Sixteen is a magical time of life. High School, driving, dating, hormones… okay maybe not everything is perfect. In fact, three out of the four I just mentioned are on my ‘things I never want to have or do again’ list. What’s the exception? Well you probably already know by the big picture of the car above this article.
I wouldn’t say I love driving, in fact, I avoid it where I can. But it is a necessary evil that can get me to the grocery store and back — with two kids and 50 bags of miscellanies food and household items. Not to mention the advantage of only needing to drive an hour to my mom’s house so she can babysit instead of walking for three days.
Oh, but what a journey it was to get my license. I took the written test three times (and only just passed with an 80) and I made a California stop on the actual test (if you don’t know that means — I didn’t stop all the way). But the one thing I didn’t have to do was parallel park. Thank goodness for that, because I would have failed.
More and more states are letting the driving instructor chose whether or not students should be tested on their parallel parking skills. My instructor didn’t make me because the art of parallel parking is so rare. But now, I kinda wish he did. Just the thought of knowing I was never tested on that particular ability makes me want to avoid any parallel parking situation I can, even if that means paying for parking.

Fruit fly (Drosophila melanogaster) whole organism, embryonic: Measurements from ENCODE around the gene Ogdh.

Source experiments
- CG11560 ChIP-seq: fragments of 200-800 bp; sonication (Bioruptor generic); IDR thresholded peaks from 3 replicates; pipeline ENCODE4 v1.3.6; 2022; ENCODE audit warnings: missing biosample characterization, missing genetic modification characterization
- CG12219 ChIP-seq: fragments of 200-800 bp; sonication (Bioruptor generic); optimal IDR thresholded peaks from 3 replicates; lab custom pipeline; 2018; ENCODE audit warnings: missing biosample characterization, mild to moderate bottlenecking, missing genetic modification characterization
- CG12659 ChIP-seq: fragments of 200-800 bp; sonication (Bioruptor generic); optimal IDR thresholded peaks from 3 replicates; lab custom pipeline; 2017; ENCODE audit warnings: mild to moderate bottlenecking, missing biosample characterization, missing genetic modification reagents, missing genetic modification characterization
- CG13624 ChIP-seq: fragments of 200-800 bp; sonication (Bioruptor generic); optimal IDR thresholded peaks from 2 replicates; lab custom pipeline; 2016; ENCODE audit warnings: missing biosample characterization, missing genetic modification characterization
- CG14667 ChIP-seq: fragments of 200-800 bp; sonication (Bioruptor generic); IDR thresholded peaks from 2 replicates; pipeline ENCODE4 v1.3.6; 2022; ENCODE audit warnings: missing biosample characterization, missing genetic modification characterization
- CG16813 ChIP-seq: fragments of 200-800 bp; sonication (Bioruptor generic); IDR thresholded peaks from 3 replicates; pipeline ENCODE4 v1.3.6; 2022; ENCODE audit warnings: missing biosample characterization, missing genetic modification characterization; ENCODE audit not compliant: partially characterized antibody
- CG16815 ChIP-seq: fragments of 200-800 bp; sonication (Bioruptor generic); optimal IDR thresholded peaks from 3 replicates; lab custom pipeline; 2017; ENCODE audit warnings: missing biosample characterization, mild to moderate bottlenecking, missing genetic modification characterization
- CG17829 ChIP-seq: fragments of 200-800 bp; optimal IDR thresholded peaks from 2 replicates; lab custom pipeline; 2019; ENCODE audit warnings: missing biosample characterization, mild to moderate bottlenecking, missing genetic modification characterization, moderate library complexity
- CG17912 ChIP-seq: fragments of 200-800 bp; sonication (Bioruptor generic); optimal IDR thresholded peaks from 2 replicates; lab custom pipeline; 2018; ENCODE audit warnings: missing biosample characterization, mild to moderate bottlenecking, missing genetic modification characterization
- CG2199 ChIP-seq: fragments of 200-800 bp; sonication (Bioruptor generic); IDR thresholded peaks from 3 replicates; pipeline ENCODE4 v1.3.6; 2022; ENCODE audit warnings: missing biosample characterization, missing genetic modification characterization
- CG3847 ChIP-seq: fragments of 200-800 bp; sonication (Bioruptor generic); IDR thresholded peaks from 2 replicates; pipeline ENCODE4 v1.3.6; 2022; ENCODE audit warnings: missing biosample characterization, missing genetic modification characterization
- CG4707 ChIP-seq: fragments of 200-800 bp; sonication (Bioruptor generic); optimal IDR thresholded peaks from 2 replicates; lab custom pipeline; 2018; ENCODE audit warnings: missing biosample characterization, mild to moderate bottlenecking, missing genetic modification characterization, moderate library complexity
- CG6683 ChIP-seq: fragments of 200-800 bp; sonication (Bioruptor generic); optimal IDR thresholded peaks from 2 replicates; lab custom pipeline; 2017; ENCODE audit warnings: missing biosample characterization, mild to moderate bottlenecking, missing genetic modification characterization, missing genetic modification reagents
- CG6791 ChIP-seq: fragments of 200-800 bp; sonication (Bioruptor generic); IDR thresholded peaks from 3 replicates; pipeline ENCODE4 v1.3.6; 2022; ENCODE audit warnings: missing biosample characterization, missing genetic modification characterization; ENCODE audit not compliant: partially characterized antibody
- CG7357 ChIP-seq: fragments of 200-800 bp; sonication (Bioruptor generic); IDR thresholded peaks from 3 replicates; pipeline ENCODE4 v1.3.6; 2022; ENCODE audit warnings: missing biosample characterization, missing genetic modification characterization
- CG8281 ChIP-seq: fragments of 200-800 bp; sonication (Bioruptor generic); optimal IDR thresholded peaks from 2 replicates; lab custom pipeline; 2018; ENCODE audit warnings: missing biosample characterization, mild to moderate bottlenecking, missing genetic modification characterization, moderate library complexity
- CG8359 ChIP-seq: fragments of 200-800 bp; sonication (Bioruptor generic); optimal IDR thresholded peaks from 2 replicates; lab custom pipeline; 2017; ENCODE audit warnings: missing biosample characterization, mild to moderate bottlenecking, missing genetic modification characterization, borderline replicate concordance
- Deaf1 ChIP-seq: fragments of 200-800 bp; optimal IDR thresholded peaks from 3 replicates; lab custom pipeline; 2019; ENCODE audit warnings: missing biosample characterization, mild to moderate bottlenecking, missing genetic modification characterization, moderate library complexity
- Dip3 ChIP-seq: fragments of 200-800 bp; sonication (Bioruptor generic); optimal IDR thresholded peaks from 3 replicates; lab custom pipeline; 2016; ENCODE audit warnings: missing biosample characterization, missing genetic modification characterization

My husband is an excellent driver and he can parallel with the best of them, and he always makes fun of me when I’m presented with the challenge. Even if I manage to get into the spot I usually have the back tire on the curb and the front tire facing towards the street. That’s an accomplishment for me.
It makes me wonder, should parallel parking be required on a driving test? I spent my teenagedom studiously avoid it and now if I’m forced to, I fear the test. It’s true that parallel parking is becoming more and more rare, but it’s not extinct, not yet. And it’s a handicap that holds me back.
Is this just more thing that we aren’t pushing kids to do because we don’t think they are capable of it? Teenage auto insurance is already high. Why not teach them to parallel park so we don’t have to pay their high insurance premiums when they back into that car parked behind them? The thought makes my stomach churn. I took the easy way in high school drivers ed., and now I’m paying for it. When I think about it I only see one real and viable solution, I have to teach my kids to parallel park because it isn’t going to happen at school. Which means I need to learn how to do it first. Who knows maybe learn how to parallel park could help lower .
But that’s okay, because facing my fears is part of growing. And how can I tell my children that they need to face theirs when I won’t face mine myself? So I guess this is more an announcement than anything else. Today is the day I’m going to learn how to parallel park.